Cartoon Law VI

As speed increases, objects can be in several places at once.

This is particularly true of tooth-and-claw fights, in which a character's head may be glimpsed emerging from the cloud of altercation at several places simultaneously. This effect is common as well among bodies that are spinning or being throttled.

A wacky character has the option of self-replication only at manic high speeds and may ricochet off walls to achieve the velocity required.

Cartoon Law VII

Certain bodies can pass through solid walls painted to resemble tunnel entrances; others cannot.

This trompe l'oeil inconsistency has baffled generations, but at least it is known that whoever paints an entrance on a wall's surface to trick an opponent will be unable to pursue him into this theoretical space.

The painter is flattened against the wall when he attempts to follow into the painting. This is ultimately a problem of art, not of science.

Cartoon Law VIII

Any violent rearrangement of feline matter is impermanent.

Cartoon cats possess even more deaths than the traditional nine lives might comfortably afford. They can be decimated, spliced, splayed, accordion-pleated, spindled, or disassembled, but they cannot be destroyed. After a few moments of blinking self pity, they reinflate, elongate, snap back, or solidify.


A cat will assume the shape of its container.

Cartoon Law IX

Everything falls faster than an anvil.

Cartoon Law X

For every vengeance there is an equal and opposite revengeance.

This is the one law of animated cartoon motion that also applies to the physical world at large. For that reason, we need the relief of watching it happen to a duck instead.

Cartoon Law Amendment A

A sharp object will always propel a character upward.

When poked (usually in the buttocks) with a sharp object (usually a pin), a character will defy gravity by shooting straight up, with great velocity.

Cartoon Law Amendment B

The laws of object permanence are nullified for "cool" characters.

Characters who are intended to be "cool" can make previously nonexistent objects appear from behind their backs at will. For instance, the Road Runner can materialize signs to express himself without speaking.

Cartoon Law Amendment C

Explosive weapons cannot cause fatal injuries.

They merely turn characters temporarily black and smokey.

Cartoon Law Amendment D

Gravity is transmitted by slow-moving waves of large wavelengths.

Their operation can be wittnessed by observing the behavior of a canine suspended over a large vertical drop. Its feet will begin to fall first, causing its legs to stretch. As the wave reaches its torso, that part will begin to fall, causing the neck to strech. As the head begins to fall, tension is released and the canine will resume its regular proportions until such time as it strikes the ground.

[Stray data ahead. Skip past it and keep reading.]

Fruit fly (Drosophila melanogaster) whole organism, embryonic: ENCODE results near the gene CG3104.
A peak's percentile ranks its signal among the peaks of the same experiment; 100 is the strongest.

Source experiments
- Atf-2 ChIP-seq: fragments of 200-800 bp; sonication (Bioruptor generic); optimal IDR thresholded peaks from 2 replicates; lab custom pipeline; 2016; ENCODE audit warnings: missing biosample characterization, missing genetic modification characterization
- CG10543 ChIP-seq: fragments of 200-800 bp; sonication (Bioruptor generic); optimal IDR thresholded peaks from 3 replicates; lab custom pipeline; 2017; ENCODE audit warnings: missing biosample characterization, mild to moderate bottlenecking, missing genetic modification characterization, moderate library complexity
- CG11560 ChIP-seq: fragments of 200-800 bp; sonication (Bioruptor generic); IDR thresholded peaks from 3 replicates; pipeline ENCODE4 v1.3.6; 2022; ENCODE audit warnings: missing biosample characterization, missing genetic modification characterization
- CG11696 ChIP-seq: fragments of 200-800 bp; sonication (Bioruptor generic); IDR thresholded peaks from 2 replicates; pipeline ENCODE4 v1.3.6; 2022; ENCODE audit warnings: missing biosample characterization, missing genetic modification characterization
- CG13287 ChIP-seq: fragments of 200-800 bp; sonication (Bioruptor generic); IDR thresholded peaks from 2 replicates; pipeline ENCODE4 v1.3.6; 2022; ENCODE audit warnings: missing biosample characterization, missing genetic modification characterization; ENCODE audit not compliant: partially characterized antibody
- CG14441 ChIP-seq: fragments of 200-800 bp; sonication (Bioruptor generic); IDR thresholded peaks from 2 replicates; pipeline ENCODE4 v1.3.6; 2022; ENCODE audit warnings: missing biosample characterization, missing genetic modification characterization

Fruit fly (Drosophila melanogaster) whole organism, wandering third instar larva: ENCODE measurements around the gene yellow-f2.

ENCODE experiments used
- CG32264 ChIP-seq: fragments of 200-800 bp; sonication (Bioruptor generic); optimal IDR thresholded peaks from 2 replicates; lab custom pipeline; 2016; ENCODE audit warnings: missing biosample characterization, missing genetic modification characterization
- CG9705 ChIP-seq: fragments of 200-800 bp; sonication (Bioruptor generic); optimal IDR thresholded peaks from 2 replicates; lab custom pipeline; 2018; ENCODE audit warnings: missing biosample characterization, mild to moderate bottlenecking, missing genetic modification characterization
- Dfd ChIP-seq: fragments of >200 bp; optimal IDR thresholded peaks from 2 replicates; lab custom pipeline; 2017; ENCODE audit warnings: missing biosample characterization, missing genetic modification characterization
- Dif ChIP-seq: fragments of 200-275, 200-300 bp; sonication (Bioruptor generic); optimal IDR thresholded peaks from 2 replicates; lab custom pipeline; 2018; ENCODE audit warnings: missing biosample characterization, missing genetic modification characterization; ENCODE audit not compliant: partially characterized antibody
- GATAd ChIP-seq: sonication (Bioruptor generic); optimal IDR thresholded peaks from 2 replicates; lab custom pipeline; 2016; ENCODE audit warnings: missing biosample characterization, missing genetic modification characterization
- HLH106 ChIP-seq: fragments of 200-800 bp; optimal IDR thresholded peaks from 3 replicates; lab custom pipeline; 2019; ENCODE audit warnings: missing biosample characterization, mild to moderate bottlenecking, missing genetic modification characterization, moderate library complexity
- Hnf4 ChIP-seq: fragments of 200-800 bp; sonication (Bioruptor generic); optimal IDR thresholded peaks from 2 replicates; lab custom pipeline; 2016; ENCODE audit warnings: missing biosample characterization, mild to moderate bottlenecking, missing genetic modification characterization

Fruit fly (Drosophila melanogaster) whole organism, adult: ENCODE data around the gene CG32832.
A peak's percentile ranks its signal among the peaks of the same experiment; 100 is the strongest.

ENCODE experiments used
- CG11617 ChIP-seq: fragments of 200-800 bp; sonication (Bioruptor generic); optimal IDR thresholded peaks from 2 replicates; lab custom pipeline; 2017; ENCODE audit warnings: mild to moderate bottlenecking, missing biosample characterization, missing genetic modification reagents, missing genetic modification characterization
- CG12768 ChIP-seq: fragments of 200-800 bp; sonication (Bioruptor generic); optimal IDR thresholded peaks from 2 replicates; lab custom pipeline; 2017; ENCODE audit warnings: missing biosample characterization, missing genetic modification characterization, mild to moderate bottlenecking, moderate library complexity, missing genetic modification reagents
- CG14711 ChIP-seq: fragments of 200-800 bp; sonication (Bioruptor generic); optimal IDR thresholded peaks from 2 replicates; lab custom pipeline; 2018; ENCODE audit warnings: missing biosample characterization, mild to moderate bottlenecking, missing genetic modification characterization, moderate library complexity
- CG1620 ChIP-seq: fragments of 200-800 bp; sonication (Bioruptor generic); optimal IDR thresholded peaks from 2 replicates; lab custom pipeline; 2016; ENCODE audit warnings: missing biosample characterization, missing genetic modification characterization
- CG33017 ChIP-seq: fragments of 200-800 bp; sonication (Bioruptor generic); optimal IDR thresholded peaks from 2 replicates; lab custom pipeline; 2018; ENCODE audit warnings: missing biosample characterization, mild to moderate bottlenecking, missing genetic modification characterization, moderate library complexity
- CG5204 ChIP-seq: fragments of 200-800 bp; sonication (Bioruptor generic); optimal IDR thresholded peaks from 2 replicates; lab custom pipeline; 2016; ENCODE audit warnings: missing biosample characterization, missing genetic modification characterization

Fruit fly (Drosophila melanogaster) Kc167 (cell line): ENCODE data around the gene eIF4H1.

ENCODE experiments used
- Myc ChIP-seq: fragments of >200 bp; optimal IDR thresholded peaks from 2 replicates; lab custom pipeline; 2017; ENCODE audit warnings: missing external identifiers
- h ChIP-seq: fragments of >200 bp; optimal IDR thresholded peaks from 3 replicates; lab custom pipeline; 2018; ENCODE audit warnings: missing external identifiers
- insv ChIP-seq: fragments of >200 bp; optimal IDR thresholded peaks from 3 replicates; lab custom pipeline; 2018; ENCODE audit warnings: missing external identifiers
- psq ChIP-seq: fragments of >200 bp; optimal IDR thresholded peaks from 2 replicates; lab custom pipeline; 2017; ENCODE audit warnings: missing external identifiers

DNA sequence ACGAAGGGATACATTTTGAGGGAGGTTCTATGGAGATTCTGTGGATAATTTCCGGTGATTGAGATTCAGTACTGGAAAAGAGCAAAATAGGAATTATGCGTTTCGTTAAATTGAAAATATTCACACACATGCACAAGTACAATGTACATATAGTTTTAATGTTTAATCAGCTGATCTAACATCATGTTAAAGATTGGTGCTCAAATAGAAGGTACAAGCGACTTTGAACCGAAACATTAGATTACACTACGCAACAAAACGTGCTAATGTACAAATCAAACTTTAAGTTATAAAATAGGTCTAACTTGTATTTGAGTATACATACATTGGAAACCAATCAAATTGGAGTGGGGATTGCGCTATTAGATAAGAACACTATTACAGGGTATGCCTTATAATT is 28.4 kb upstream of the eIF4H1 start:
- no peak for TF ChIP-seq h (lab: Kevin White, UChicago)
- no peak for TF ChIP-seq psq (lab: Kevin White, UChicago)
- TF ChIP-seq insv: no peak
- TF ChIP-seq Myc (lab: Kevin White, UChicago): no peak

Cartoon Law Amendment E

Dynamite is spontaneously generated in "C-spaces" (spaces in which cartoon laws hold).

The process is analogous to steady-state theories of the universe which postulated that the tensions involved in maintaining a space would cause the creation of hydrogen from nothing. Dynamite quanta are quite large (stick sized) and unstable (lit). Such quanta are attracted to psychic forces generated by feelings of distress in "cool" characters (see Amendment B, which may be a special case of this law), who are able to use said quanta to their advantage. One may imagine C-spaces where all matter and energy result from primal masses of dynamite exploding. A big bang indeed.

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Episode 153: Take Back Earth Prime from the Mellor part 2

January 7th, 2013

This week we conclude our discussion on how to defeat the mellor invasion of Earth Prime.  We jump right into it after just a minute or so of review so you might want to listen to the first part again where we explained how quickly the mellor could create a massive assault force while undermining defense efforts with biological attacks and command replacement by mellor 4th columnists.

We concluded last time that after one month, there isn't any Earth Prime worth taking back.

We cover all the possible help you can get from the many worlds on the Fringepath that would be available in the middle campaign (-20 to + 20 nodes).    You, of course, may have many more worlds that your gm has added to your campaign that aren't part of our standard Fringe Map product.  We fully recommend that you use all the resources your GM will let you get your hands on.  The Mellor are that tough.

While we conclude that we will be continuing with a final, late campaign, example of EP taken over by the Coptics, Richard Tucholka has asked us to table that while he and Trav work out the details.  Sorry for the delay, but the final result will be awesome.